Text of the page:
The Clean Air Act in the United States identifies diesel-powered motor vehicles, including transit buses, as significant sources of several criteria pollutants that contribute to ground-level ozone formation or smog. The effects of air pollution in urban areas are often more significant due to congestion and can lead to respiratory and cardiovascular health impacts. Life cycle assessment (LCA) has been utilized in the literature to compare conventional gasoline-powered passenger cars with various types of electric and hybrid-powered alternatives, however, no similarly detailed studies exist for mass transit buses.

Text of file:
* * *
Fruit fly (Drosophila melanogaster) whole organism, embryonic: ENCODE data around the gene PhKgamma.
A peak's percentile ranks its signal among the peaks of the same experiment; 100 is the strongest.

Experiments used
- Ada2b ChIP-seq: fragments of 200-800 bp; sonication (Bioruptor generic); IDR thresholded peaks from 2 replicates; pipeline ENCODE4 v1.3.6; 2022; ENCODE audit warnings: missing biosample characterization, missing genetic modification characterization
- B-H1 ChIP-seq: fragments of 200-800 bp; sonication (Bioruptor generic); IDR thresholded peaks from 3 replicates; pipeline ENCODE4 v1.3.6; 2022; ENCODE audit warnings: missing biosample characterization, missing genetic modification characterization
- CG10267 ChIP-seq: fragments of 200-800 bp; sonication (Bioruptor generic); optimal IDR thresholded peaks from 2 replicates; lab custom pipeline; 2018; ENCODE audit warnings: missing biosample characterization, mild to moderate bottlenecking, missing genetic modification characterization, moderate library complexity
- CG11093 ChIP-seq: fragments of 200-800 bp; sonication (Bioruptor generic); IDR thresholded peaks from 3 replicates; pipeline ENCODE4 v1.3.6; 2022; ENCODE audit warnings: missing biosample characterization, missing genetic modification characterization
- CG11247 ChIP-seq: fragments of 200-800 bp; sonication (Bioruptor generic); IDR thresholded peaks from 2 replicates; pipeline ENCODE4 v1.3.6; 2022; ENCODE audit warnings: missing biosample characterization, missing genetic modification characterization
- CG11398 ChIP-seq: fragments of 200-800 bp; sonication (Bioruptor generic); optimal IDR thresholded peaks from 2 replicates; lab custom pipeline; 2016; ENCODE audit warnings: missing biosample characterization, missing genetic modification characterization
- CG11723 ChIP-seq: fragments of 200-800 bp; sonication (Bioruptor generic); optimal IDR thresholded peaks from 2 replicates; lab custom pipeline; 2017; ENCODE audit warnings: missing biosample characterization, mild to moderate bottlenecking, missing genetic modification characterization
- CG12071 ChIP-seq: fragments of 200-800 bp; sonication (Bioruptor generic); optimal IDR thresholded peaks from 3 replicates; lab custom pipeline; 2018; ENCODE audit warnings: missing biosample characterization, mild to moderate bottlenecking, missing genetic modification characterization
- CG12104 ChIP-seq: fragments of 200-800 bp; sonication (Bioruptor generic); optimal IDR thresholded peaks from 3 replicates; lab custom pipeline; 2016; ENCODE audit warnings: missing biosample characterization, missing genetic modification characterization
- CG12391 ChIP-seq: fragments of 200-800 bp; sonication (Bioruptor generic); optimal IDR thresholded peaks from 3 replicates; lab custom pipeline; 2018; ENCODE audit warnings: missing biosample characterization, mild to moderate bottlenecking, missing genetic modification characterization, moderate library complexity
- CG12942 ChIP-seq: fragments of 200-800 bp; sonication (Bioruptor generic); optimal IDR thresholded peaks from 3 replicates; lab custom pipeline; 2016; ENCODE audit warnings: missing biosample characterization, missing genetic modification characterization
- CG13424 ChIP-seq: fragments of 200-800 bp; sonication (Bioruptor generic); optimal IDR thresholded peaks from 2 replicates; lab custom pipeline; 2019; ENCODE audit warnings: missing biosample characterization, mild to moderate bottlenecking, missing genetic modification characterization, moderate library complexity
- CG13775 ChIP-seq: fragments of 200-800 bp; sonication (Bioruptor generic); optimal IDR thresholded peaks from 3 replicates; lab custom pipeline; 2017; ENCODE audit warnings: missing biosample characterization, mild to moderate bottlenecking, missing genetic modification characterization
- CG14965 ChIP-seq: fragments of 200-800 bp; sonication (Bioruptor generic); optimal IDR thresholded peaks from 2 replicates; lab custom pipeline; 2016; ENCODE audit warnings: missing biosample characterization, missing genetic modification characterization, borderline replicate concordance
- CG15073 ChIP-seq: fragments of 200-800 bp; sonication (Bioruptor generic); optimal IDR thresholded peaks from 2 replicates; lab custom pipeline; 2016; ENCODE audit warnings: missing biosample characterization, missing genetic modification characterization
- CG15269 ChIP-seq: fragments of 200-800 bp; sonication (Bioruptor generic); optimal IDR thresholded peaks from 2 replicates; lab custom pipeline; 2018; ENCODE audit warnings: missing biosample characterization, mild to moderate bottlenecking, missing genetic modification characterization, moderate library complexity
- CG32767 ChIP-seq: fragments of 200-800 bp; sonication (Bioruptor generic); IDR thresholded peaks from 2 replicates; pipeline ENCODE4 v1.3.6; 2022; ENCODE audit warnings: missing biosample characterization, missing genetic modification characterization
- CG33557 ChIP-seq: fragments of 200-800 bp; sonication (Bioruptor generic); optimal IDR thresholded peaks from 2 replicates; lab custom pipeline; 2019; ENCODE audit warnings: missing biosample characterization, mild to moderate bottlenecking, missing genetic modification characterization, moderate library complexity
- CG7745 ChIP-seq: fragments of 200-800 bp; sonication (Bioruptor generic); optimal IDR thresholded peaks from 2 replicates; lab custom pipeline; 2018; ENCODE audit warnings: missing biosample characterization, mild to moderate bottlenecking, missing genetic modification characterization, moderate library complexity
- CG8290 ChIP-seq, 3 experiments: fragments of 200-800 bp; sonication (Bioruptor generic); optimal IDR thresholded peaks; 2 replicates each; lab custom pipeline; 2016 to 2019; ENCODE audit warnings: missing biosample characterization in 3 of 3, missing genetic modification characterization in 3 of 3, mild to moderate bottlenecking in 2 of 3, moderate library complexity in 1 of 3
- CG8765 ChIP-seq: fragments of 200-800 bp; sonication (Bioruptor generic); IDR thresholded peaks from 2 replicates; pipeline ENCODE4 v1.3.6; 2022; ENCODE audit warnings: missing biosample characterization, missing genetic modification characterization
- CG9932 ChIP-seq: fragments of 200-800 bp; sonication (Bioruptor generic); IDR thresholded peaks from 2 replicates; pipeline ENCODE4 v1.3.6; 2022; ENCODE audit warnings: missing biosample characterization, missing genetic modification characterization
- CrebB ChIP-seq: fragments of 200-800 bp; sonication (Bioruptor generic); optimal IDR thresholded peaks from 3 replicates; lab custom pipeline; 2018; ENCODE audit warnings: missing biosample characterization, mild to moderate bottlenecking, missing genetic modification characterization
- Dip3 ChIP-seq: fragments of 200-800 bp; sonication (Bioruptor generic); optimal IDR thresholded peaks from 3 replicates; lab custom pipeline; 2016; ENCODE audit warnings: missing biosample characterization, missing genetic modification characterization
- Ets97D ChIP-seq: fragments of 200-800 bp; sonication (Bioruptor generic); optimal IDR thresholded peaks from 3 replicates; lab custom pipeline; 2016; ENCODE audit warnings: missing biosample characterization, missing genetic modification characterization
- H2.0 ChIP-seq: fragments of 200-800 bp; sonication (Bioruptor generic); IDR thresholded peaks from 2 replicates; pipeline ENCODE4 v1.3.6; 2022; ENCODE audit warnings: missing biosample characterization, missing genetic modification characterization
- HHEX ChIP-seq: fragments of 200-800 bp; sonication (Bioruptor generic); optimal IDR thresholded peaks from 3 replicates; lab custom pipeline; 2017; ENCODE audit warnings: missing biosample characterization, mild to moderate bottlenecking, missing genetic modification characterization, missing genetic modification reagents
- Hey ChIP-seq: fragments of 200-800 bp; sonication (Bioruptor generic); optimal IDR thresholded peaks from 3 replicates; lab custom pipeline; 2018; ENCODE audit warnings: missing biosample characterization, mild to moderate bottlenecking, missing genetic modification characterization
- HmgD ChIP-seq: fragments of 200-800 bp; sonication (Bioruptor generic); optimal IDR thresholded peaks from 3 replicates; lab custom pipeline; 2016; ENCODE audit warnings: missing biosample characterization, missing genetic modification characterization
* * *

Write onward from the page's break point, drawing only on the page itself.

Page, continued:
LCA results from this study indicate that the use phase, consisting of diesel production/combustion for the conventional bus and electricity generation for the electric bus, dominates most impact categories; however, the effects of battery production are significant for global warming, carcinogens, ozone depletion, and eco-toxicity. There is a clear connection between the mix of power-generation technologies and the preference for the diesel or electric bus. With the existing U.S. average grid, there is a strong preference for the conventional diesel bus over the electric bus when considering global warming impacts alone. Policy makers must consider regional variations in the electricity grid prior to recommending the use of battery electric buses to reduce carbon dioxide (CO2) emissions. This study found that the electric bus was preferable in only eight states, including Washington and Oregon. Improvements in battery technology reduce the life cycle impacts from the electric bus, but the electricity grid makeup is the dominant variable.